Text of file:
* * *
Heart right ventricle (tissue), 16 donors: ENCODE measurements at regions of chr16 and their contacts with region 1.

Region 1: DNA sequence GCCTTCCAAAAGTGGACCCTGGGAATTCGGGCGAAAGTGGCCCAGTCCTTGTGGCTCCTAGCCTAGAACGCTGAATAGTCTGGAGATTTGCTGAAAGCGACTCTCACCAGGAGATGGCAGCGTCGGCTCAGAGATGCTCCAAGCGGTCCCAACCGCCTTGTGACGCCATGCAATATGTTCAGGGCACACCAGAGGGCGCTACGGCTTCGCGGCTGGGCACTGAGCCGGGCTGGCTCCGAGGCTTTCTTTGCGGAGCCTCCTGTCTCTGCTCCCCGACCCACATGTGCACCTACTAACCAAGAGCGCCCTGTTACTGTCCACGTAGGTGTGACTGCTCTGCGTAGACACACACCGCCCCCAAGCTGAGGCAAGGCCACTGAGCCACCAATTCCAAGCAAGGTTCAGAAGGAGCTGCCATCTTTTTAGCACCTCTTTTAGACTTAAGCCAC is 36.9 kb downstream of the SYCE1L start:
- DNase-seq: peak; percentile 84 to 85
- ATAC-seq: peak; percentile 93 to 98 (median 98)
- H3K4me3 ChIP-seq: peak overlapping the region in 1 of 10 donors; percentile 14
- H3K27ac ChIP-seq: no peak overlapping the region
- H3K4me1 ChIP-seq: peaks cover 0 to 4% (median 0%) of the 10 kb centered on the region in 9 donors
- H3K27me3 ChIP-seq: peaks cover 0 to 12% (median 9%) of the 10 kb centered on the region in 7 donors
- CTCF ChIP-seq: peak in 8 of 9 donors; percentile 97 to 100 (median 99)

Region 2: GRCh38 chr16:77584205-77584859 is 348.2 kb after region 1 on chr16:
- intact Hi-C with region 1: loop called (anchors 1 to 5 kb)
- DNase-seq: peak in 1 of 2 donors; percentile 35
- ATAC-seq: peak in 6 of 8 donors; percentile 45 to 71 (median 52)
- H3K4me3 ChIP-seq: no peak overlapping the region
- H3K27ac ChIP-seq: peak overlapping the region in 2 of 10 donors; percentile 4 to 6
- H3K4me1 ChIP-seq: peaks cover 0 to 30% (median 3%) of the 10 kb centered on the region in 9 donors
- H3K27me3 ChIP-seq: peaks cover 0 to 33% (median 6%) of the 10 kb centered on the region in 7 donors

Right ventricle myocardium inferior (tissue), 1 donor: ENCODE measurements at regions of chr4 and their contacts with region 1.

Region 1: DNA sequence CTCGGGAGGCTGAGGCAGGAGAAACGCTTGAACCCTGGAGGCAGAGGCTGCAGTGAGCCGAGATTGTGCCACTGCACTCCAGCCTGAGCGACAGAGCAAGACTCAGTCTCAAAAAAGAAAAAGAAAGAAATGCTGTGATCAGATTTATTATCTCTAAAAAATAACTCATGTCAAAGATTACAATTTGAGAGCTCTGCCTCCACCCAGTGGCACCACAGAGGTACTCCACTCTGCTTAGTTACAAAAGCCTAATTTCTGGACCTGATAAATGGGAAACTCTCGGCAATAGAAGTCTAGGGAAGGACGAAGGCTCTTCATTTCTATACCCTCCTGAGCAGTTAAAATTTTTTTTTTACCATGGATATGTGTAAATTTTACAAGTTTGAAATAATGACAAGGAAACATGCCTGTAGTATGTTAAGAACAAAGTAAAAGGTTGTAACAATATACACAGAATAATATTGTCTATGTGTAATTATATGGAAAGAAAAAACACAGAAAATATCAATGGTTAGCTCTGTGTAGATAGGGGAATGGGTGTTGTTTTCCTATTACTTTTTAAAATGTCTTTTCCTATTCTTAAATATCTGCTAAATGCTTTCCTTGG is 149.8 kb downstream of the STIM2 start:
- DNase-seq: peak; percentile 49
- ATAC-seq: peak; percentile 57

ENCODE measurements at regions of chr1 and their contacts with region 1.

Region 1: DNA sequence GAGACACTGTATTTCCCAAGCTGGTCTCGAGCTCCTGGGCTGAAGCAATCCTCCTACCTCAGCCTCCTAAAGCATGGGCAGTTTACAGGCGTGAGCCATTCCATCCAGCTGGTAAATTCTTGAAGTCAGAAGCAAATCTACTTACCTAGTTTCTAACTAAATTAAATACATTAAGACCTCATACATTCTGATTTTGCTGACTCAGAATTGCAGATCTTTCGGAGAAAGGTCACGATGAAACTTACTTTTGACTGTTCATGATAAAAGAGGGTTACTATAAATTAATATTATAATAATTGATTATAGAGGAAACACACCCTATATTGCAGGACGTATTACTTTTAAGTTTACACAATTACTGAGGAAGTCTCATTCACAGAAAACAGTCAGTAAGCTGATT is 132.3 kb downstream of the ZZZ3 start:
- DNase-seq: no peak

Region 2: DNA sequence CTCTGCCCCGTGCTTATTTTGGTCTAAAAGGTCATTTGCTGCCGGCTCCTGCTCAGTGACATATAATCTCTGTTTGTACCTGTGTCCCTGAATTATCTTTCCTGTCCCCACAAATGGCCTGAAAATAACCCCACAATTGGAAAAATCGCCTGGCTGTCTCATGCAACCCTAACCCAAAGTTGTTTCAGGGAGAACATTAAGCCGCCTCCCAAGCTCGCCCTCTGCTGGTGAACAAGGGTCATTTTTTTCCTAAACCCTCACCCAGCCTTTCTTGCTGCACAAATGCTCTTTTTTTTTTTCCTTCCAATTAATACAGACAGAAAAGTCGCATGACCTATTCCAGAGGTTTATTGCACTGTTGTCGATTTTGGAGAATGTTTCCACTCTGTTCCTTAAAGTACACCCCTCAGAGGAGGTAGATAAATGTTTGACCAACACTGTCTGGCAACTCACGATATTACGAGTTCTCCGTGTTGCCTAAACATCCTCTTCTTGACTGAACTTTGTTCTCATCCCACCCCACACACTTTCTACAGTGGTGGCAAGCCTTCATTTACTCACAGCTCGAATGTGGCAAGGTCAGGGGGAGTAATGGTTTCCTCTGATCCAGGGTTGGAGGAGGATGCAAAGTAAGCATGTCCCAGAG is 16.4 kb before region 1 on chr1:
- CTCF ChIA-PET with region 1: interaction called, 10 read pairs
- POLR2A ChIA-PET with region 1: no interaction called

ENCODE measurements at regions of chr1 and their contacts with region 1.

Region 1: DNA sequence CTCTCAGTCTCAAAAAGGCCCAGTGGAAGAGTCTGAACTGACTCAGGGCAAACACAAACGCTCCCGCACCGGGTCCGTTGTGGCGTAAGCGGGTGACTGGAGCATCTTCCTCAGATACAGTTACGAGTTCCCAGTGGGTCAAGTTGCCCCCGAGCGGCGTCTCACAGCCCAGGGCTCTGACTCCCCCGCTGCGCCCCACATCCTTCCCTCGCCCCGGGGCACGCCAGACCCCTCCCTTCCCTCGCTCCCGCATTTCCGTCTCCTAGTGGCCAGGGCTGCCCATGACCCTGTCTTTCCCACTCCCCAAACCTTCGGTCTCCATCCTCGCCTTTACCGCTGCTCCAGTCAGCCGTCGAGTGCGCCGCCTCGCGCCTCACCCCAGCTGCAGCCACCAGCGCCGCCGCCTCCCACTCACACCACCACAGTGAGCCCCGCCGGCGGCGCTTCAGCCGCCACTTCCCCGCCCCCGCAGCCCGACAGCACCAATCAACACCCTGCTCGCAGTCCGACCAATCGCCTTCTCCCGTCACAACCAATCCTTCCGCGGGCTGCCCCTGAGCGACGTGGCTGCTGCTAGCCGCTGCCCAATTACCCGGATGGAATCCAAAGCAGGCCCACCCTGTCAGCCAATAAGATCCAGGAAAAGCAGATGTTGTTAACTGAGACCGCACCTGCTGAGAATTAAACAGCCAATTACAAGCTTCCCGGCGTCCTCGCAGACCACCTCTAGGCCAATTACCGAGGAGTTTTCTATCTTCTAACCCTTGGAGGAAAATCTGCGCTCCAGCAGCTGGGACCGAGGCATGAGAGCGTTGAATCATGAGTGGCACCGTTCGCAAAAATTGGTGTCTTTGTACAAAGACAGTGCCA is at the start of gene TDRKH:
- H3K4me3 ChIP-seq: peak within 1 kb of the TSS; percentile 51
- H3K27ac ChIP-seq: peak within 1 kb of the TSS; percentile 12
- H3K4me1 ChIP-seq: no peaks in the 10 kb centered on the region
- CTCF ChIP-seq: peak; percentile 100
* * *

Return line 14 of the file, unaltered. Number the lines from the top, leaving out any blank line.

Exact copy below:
- H3K4me3 ChIP-seq: no peak overlapping the region